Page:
Aid station splits up front. Official ones are in black, blue are mine from when I departed the aid stations where they don't track time in/out. I recorded mine when I departed the aid station (or within a few minutes if I forgot), while the official ones appear to be the arrival time.
First, this is now officially the hardest thing I've ever done. For about 70 miles I was swearing I'd never do anything like this ever again. As a matter of fact, I spent much of the race willing myself to not drop only so that I wouldn't feel like I had unfinished business and kept going merely to get the belt buckle so I'd never have to come back. Pretty sad, huh? But I know some perspective will dull the bad and sharpen the good memories, so we'll see how I feel in a week.
The day started well enough. Got up at 5am, Dianna and I drove to drop the two puppies off at the kennel, then proceeded over the pass to Easton to arrive shortly after 8am. Nerves were really an issue....I was a mess and tried to used the drive to distract me from the looming effort. I'd been having trouble wrapping my brain around propelling myself for 100 miles. My injuries of late haven't helped my confidence, and neither has my mileage. But there we were, so I dropped my drop bags and started prepping. Problem #1....left my body glide at home, sitting on the edge of the bathtub where I'd been applying it to critical areas while getting dressed that morning. Problem #2, putting on my compression socks, the right one ripped at the ankle, a big hole, and I'd left my other pair at home. This was a bigger problem, since I was really counting on them to support my left ankle during the race, so I decided to apply some duct tape over the hole to attempt to keep the dirt out. Lessons learned? Bring extra stuff.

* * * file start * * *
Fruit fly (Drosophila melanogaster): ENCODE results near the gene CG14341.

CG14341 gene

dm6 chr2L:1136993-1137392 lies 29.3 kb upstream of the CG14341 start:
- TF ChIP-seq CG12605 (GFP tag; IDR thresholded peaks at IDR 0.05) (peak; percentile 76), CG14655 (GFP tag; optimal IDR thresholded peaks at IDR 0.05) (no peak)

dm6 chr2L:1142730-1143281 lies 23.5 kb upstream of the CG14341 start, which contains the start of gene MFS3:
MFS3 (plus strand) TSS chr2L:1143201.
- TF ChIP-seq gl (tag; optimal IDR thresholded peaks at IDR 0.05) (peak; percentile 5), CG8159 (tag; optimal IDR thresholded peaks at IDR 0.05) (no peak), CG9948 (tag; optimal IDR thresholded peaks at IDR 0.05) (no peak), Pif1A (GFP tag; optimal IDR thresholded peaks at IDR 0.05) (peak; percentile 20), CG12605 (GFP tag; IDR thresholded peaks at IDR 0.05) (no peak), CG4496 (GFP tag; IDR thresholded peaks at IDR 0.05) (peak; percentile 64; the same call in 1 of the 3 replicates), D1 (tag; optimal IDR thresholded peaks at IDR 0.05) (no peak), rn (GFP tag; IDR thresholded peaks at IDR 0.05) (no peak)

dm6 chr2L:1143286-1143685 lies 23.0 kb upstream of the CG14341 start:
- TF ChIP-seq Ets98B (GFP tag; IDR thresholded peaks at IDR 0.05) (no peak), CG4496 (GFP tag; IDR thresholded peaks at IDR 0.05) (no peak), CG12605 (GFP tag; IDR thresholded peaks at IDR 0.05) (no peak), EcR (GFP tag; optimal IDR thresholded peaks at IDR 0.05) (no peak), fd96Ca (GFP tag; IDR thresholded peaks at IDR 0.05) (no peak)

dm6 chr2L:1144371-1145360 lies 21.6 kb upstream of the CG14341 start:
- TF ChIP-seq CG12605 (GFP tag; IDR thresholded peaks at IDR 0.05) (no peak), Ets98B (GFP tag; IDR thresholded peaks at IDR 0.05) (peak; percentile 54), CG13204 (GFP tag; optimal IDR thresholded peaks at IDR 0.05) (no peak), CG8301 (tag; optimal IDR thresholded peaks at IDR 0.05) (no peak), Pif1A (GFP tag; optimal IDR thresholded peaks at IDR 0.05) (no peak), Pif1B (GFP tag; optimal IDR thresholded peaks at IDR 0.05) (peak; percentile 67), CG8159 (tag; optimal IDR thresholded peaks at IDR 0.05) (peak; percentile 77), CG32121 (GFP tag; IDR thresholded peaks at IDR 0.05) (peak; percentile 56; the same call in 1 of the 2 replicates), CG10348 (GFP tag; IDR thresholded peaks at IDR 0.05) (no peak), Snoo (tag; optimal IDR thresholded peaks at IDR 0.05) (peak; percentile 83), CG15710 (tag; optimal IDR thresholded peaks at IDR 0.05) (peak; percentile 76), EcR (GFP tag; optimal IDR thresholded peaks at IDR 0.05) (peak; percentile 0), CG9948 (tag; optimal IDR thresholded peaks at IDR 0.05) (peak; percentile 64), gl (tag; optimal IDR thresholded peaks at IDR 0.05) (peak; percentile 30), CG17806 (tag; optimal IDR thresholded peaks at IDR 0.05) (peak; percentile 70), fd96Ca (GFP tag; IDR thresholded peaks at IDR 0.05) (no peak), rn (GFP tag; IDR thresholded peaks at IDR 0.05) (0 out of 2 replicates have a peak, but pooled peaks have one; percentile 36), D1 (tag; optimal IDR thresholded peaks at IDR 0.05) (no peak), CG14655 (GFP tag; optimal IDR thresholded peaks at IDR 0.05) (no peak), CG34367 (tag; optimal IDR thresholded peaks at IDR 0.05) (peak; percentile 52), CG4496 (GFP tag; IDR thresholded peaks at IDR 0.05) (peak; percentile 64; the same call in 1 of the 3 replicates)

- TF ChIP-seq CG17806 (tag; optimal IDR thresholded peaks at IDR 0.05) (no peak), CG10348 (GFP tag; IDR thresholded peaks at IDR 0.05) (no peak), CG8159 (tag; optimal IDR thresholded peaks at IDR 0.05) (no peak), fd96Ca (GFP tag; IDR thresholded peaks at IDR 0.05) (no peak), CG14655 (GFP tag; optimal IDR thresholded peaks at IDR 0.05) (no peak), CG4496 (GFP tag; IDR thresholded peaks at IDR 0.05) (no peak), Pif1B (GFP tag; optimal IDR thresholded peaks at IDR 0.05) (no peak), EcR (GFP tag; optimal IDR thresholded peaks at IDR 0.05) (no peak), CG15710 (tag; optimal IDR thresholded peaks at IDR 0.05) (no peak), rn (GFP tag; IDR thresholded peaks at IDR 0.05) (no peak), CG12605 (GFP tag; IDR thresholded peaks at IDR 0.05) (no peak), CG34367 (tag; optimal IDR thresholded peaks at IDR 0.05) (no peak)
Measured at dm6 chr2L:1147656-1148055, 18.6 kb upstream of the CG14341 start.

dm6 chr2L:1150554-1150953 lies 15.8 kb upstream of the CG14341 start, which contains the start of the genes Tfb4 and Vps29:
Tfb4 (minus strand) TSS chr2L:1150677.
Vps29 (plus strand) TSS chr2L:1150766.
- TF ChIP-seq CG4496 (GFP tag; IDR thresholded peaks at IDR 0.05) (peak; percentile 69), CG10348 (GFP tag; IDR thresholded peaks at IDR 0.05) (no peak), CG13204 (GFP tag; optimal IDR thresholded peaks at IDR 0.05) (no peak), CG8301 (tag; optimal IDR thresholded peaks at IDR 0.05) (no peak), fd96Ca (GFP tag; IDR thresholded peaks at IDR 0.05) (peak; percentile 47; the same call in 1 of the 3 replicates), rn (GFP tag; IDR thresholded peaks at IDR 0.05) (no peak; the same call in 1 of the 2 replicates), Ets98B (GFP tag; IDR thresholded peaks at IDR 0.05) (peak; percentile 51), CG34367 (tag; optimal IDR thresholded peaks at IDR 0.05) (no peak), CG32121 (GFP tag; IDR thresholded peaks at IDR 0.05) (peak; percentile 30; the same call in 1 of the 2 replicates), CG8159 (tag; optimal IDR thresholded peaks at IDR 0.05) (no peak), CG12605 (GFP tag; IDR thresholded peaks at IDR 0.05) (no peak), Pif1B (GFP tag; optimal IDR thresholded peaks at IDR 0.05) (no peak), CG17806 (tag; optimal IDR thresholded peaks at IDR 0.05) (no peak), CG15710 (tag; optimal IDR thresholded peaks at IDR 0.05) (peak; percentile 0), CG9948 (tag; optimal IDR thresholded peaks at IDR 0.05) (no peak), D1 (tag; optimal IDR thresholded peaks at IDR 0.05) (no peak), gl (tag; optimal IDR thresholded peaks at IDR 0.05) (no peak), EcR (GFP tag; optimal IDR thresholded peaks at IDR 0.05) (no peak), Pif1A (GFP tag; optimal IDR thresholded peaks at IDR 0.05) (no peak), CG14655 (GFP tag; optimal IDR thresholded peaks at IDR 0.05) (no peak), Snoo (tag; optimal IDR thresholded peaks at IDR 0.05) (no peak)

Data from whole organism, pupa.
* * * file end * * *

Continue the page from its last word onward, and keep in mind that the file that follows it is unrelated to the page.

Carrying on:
Got some breakfast, race brief @ 9am, US & Canadian national anthems at 9:55, and we were (finally) off at 10. The morning was already warm and the sun was unobstructed overhead, so it would warm quickly. The left hip started affecting my stride early, but fortunately the start was on softer gravel/dirt and relative flat roads so I just held the pace I could and hoped that it'd loosen up when the climbing started and I downshifted. It did and those first couple of miles were the only time it bothered me at all.
I'd written up splits based on 24 hour finish. Basically, I was just hoping for some race day magic. The initial climb to the Goat Peak trailhead was fairly benign and I hit the first aid-station ahead of schedule. The next climb to Goat Peak and beyond was much tougher and by the time I hit the Cole Butte aid station I was 16 minutes behind schedule. Fortunately, I quickly recognized that a sub-24 finish was a clearly overambitious goal, so I just kept plugging along at a pace that seemed to straddle the border between reasonable and crazy.
Hydration was already difficult. The heat really takes it out of me and while mid 80s might not seem hot to some, I was boiling over. The weeks before the race here in WA had not climbed into the 80s. The week *of* the race had been in the 80s all week. As I write this a couple of days later, we're back in clouds and the 60-70s. Needless to say, the heat would be an issue for me. I was running with 2 handhelds and was regularly emptying them between aid stations. I was also pushing S! Caps every hour, which seemed to help keep my stomach on an even keel.